- US crude oil inventories decreased by 4.9 MMbbl the week that ended Nov. 29, according to last week’s report from the US Energy Information Administration. Gasoline inventories increased by 3.4 MMbbl and distillate inventories by 3.1 MMbbl, and total petroleum stocks were down by 4.9 MMbbl, excluding the Strategic Petroleum Reserve. US crude oil production was flat on the week, while imports were down 0.2 MMbbl/d to 6.0 MMbbl/d.
- WTI started the week firm but quiet until the inventory report was released, after which prices climbed back to the high end of the recent range. Further price support came from Chinese PMI data showing a modest expansion of manufacturing activity in November, although there are still lingering concerns about trade discussions with the US.
- On Friday, the market learned the results of the OPEC+ meeting, including the announcement that the group would cut production by an additional 500,000 bbl/d until March. At first the news was met with some skepticism, as it simply brought the group’s production target in line with recent levels. Then Saudi Arabia’s Energy Minister, Prince Abdulaziz bin Salman, announced that the Saudis would continue the voluntary cut of 400,000 bbl/d, bringing the total supply cut implemented by OPEC+ to 2.1 MMbbl/d. It should be noted that the prince warned that the voluntary cuts were conditional on other OPEC countries meeting their own production targets in full.
- The Commodity Futures Trading Commission reported on Monday and Friday for trading over the previous two weeks. While the Monday report, dated Nov. 26, showed a decline of 39,587 contracts by the Managed Money short sector, this position was reversed by an increase of 27,200 contracts in the Friday report, dated Dec. 3. Net transactions fell by 12,387 contracts. The Managed Money long positions ended up relatively flat by gaining 31,530 contracts in the report dated Nov. 26 only to liquidate 30,798 contracts on the report dated Dec. 3.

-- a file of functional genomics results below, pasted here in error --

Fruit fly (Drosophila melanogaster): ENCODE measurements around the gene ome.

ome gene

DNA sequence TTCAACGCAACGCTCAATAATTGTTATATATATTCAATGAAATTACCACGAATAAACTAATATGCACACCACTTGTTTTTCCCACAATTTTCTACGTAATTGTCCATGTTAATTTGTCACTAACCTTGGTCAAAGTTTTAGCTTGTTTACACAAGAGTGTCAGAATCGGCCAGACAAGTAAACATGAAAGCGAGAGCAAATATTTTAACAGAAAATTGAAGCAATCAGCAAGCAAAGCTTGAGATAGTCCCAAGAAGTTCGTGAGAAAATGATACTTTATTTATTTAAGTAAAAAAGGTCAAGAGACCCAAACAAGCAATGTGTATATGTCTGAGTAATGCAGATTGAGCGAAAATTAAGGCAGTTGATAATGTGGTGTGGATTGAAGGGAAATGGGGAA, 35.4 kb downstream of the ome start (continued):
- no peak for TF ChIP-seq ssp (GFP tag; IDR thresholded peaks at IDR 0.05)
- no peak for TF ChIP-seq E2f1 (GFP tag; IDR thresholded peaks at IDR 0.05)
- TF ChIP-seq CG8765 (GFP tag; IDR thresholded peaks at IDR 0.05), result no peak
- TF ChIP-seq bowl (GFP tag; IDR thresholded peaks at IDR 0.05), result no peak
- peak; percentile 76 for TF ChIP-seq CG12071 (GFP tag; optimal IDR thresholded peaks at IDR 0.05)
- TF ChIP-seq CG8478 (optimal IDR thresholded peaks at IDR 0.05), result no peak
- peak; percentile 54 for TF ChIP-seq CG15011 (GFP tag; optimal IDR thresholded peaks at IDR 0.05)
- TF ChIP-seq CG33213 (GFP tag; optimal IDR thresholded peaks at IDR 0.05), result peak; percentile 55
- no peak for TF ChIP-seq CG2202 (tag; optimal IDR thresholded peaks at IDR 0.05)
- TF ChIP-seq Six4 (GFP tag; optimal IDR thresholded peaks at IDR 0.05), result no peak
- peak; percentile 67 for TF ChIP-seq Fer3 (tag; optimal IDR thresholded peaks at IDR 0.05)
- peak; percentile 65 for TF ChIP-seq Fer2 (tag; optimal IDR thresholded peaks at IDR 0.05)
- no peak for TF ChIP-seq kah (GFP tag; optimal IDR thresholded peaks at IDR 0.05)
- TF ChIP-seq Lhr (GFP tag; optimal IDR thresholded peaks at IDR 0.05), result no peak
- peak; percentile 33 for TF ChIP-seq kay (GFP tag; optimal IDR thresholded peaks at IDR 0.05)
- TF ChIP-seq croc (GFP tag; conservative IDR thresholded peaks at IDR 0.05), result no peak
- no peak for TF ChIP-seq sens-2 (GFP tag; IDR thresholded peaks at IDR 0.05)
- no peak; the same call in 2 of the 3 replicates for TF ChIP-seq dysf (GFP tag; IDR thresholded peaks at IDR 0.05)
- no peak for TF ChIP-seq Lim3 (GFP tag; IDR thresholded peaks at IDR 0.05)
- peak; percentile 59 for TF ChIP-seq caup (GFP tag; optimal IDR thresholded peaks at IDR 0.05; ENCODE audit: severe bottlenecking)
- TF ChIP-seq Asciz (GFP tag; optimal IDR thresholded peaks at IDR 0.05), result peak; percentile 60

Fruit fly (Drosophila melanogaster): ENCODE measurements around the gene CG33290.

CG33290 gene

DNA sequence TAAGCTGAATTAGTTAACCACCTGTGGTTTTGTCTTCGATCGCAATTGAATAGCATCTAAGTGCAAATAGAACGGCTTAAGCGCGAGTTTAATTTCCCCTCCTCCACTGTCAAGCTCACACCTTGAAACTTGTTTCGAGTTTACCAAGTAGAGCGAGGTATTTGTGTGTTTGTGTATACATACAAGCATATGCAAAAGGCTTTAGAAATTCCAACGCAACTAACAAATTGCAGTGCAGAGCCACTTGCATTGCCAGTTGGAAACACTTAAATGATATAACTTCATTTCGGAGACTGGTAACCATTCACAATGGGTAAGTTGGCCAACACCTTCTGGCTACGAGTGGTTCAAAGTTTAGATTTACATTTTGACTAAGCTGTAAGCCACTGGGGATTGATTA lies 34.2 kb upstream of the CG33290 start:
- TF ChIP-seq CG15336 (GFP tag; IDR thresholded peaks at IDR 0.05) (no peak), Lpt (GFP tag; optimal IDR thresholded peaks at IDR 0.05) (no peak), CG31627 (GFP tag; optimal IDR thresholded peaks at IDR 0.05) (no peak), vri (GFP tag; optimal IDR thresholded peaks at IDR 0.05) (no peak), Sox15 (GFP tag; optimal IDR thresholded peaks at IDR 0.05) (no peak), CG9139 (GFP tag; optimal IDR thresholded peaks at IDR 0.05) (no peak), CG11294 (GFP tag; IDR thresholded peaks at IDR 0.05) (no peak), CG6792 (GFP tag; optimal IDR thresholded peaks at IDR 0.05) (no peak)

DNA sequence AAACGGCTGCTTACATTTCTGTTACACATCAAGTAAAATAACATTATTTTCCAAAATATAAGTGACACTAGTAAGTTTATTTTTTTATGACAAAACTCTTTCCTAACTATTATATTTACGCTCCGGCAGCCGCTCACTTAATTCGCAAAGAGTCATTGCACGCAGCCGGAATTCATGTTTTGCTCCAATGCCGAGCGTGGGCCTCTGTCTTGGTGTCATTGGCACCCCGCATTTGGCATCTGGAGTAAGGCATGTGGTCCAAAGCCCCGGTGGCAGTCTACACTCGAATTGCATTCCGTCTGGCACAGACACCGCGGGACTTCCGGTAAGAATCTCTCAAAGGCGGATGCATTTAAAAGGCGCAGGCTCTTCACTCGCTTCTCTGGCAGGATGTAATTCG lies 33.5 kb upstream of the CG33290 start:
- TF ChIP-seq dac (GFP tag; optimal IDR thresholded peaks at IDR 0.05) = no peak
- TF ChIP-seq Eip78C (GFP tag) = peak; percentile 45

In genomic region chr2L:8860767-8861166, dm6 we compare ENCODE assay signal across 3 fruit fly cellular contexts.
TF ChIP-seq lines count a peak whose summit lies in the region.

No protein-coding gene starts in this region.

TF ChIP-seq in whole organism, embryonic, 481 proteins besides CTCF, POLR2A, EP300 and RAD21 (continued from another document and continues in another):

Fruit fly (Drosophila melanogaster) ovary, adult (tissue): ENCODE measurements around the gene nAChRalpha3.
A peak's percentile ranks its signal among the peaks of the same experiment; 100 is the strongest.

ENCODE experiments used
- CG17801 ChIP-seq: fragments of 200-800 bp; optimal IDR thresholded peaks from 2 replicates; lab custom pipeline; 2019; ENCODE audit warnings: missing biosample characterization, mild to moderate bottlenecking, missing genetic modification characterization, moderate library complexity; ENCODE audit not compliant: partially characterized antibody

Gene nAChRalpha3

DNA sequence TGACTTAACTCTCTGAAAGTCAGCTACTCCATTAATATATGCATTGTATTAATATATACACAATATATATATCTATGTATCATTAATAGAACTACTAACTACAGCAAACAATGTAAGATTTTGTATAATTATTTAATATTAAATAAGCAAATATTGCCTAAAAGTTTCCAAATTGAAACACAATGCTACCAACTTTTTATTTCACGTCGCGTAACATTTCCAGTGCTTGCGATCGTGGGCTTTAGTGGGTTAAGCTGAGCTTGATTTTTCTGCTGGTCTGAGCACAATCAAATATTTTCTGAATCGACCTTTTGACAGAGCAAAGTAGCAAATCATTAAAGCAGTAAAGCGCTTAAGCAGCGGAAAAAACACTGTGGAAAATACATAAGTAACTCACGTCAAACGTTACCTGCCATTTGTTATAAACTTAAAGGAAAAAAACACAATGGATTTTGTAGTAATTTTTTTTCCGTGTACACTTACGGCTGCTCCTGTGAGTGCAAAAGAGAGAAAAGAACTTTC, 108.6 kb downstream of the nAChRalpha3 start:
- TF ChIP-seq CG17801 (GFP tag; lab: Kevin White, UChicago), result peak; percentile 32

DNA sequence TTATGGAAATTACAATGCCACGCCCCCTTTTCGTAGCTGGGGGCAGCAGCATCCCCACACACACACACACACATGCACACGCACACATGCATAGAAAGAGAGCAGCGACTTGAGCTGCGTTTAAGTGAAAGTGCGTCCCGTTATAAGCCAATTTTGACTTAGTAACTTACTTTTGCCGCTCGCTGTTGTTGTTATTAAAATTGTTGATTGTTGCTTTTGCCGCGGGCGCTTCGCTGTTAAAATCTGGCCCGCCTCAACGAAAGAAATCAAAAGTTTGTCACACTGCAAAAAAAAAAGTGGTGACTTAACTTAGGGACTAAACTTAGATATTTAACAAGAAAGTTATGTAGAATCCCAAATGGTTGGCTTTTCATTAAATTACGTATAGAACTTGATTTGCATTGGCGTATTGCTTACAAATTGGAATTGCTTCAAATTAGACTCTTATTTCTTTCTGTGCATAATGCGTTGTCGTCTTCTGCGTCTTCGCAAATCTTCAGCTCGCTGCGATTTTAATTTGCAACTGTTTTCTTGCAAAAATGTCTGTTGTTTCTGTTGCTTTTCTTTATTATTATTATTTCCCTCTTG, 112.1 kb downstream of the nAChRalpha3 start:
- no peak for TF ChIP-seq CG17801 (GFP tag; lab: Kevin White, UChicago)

- Market internals developed a distinctly bullish bias going into this week as the rally on Friday was accompanied with higher volume and gaining open interest. The high end of the recent range was expanded Friday from $58.68 to $59.85. The bullishness at the close of Friday is likely to spur more buying, bringing potential into play next week for a test of the July high of $60.94 or even the September highs in the $62.59-$63.38 range. Should the market take a more constructive view by consolidating the news and gains of last week, any retracement down to $55-$56 will find buyers.
- US Lower 48 dry natural gas production decreased 0.53 Bcf/d last week, based on modeled flow data analyzed by Enverus, with the declines coming primarily from the Rockies. Canadian imports increased by 0.56 Bcf/d.
- Demand increased across all sectors, led by Res/Com with a 4.81 Bcf/d rise. Power demand increased by 2.24 Bcf/d and industrial demand by 0.40 Bcf/d. LNG exports were flat on the week, while Mexican exports increased by 0.08 Bcf/d. Overall, these events resulted in the market gaining 0.03 Bcf/d in total supply while total demand increased by 7.74 Bcf/d.
- The EIA storage report released last week showed a higher-than-expected withdrawal of 19 Bcf, bringing total inventories 591 Bcf higher than at this time last year and 9 Bcf below the five-year average for this time of year.